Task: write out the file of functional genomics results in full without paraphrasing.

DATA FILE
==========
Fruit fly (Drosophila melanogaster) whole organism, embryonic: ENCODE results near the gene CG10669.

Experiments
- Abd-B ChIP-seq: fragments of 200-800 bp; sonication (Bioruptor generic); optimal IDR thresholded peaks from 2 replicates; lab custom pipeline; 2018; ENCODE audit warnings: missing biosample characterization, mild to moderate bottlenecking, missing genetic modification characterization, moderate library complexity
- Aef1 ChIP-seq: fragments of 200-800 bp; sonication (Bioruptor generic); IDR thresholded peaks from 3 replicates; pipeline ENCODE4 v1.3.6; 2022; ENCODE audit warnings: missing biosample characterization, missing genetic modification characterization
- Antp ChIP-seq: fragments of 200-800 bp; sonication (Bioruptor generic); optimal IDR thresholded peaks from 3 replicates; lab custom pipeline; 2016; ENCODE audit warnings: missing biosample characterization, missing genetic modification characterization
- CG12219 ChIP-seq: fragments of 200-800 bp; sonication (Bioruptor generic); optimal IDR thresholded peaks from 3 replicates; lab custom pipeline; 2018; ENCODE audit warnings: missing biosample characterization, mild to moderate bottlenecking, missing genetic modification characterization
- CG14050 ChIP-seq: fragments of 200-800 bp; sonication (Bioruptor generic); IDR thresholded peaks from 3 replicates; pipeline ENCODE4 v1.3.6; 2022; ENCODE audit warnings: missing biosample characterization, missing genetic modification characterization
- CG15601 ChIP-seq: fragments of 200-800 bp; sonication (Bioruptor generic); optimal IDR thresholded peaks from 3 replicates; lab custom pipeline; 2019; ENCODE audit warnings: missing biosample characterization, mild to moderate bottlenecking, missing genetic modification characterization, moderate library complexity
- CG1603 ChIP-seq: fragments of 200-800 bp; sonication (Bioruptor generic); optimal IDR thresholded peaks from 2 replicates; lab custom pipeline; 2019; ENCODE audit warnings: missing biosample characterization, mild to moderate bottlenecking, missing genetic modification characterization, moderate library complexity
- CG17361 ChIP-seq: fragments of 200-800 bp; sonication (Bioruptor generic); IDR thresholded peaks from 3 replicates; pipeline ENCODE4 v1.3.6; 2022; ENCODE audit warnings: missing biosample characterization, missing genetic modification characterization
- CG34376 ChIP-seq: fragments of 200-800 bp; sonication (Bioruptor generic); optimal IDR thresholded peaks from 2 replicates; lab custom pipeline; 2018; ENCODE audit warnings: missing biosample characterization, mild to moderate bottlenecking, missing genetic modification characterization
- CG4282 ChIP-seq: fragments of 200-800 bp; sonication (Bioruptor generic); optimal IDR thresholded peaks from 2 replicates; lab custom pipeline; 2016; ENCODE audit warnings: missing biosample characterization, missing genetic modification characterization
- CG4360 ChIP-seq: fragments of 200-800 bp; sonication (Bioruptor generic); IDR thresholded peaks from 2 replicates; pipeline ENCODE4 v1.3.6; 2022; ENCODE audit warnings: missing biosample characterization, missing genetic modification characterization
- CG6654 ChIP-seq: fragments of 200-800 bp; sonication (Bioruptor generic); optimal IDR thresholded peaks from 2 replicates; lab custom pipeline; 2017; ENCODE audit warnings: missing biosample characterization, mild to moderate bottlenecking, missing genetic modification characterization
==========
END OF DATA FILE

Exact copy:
Fruit fly (Drosophila melanogaster) whole organism, embryonic: ENCODE results near the gene CG10669.

Experiments
- Abd-B ChIP-seq: fragments of 200-800 bp; sonication (Bioruptor generic); optimal IDR thresholded peaks from 2 replicates; lab custom pipeline; 2018; ENCODE audit warnings: missing biosample characterization, mild to moderate bottlenecking, missing genetic modification characterization, moderate library complexity
- Aef1 ChIP-seq: fragments of 200-800 bp; sonication (Bioruptor generic); IDR thresholded peaks from 3 replicates; pipeline ENCODE4 v1.3.6; 2022; ENCODE audit warnings: missing biosample characterization, missing genetic modification characterization
- Antp ChIP-seq: fragments of 200-800 bp; sonication (Bioruptor generic); optimal IDR thresholded peaks from 3 replicates; lab custom pipeline; 2016; ENCODE audit warnings: missing biosample characterization, missing genetic modification characterization
- CG12219 ChIP-seq: fragments of 200-800 bp; sonication (Bioruptor generic); optimal IDR thresholded peaks from 3 replicates; lab custom pipeline; 2018; ENCODE audit warnings: missing biosample characterization, mild to moderate bottlenecking, missing genetic modification characterization
- CG14050 ChIP-seq: fragments of 200-800 bp; sonication (Bioruptor generic); IDR thresholded peaks from 3 replicates; pipeline ENCODE4 v1.3.6; 2022; ENCODE audit warnings: missing biosample characterization, missing genetic modification characterization
- CG15601 ChIP-seq: fragments of 200-800 bp; sonication (Bioruptor generic); optimal IDR thresholded peaks from 3 replicates; lab custom pipeline; 2019; ENCODE audit warnings: missing biosample characterization, mild to moderate bottlenecking, missing genetic modification characterization, moderate library complexity
- CG1603 ChIP-seq: fragments of 200-800 bp; sonication (Bioruptor generic); optimal IDR thresholded peaks from 2 replicates; lab custom pipeline; 2019; ENCODE audit warnings: missing biosample characterization, mild to moderate bottlenecking, missing genetic modification characterization, moderate library complexity
- CG17361 ChIP-seq: fragments of 200-800 bp; sonication (Bioruptor generic); IDR thresholded peaks from 3 replicates; pipeline ENCODE4 v1.3.6; 2022; ENCODE audit warnings: missing biosample characterization, missing genetic modification characterization
- CG34376 ChIP-seq: fragments of 200-800 bp; sonication (Bioruptor generic); optimal IDR thresholded peaks from 2 replicates; lab custom pipeline; 2018; ENCODE audit warnings: missing biosample characterization, mild to moderate bottlenecking, missing genetic modification characterization
- CG4282 ChIP-seq: fragments of 200-800 bp; sonication (Bioruptor generic); optimal IDR thresholded peaks from 2 replicates; lab custom pipeline; 2016; ENCODE audit warnings: missing biosample characterization, missing genetic modification characterization
- CG4360 ChIP-seq: fragments of 200-800 bp; sonication (Bioruptor generic); IDR thresholded peaks from 2 replicates; pipeline ENCODE4 v1.3.6; 2022; ENCODE audit warnings: missing biosample characterization, missing genetic modification characterization
- CG6654 ChIP-seq: fragments of 200-800 bp; sonication (Bioruptor generic); optimal IDR thresholded peaks from 2 replicates; lab custom pipeline; 2017; ENCODE audit warnings: missing biosample characterization, mild to moderate bottlenecking, missing genetic modification characterization